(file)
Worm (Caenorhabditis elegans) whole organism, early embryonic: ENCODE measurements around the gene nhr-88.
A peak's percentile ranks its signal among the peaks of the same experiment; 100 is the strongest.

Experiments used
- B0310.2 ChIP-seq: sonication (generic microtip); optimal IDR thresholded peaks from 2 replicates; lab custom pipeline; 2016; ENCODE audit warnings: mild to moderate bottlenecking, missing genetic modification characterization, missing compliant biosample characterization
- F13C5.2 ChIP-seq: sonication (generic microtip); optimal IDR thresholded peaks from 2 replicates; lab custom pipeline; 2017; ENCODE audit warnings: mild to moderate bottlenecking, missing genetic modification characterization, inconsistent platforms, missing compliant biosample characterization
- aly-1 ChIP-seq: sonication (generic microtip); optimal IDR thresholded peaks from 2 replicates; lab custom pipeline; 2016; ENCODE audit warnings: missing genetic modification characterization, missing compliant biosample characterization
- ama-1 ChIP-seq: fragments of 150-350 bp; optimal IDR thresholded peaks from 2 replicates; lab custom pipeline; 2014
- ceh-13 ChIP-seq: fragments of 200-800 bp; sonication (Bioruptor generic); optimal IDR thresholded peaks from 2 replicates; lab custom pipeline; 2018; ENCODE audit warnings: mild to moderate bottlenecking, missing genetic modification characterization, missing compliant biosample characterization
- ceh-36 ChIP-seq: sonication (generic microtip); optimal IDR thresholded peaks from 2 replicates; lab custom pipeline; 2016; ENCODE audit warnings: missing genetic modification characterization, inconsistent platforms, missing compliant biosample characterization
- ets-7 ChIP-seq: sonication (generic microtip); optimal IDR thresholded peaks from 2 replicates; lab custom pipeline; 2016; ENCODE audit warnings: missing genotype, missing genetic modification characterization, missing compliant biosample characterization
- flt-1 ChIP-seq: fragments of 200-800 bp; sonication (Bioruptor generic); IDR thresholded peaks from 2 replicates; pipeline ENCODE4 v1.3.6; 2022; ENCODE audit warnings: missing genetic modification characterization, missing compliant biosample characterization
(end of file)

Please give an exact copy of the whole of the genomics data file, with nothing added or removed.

Worm (Caenorhabditis elegans) whole organism, early embryonic: ENCODE measurements around the gene nhr-88.
A peak's percentile ranks its signal among the peaks of the same experiment; 100 is the strongest.

Experiments used
- B0310.2 ChIP-seq: sonication (generic microtip); optimal IDR thresholded peaks from 2 replicates; lab custom pipeline; 2016; ENCODE audit warnings: mild to moderate bottlenecking, missing genetic modification characterization, missing compliant biosample characterization
- F13C5.2 ChIP-seq: sonication (generic microtip); optimal IDR thresholded peaks from 2 replicates; lab custom pipeline; 2017; ENCODE audit warnings: mild to moderate bottlenecking, missing genetic modification characterization, inconsistent platforms, missing compliant biosample characterization
- aly-1 ChIP-seq: sonication (generic microtip); optimal IDR thresholded peaks from 2 replicates; lab custom pipeline; 2016; ENCODE audit warnings: missing genetic modification characterization, missing compliant biosample characterization
- ama-1 ChIP-seq: fragments of 150-350 bp; optimal IDR thresholded peaks from 2 replicates; lab custom pipeline; 2014
- ceh-13 ChIP-seq: fragments of 200-800 bp; sonication (Bioruptor generic); optimal IDR thresholded peaks from 2 replicates; lab custom pipeline; 2018; ENCODE audit warnings: mild to moderate bottlenecking, missing genetic modification characterization, missing compliant biosample characterization
- ceh-36 ChIP-seq: sonication (generic microtip); optimal IDR thresholded peaks from 2 replicates; lab custom pipeline; 2016; ENCODE audit warnings: missing genetic modification characterization, inconsistent platforms, missing compliant biosample characterization
- ets-7 ChIP-seq: sonication (generic microtip); optimal IDR thresholded peaks from 2 replicates; lab custom pipeline; 2016; ENCODE audit warnings: missing genotype, missing genetic modification characterization, missing compliant biosample characterization
- flt-1 ChIP-seq: fragments of 200-800 bp; sonication (Bioruptor generic); IDR thresholded peaks from 2 replicates; pipeline ENCODE4 v1.3.6; 2022; ENCODE audit warnings: missing genetic modification characterization, missing compliant biosample characterization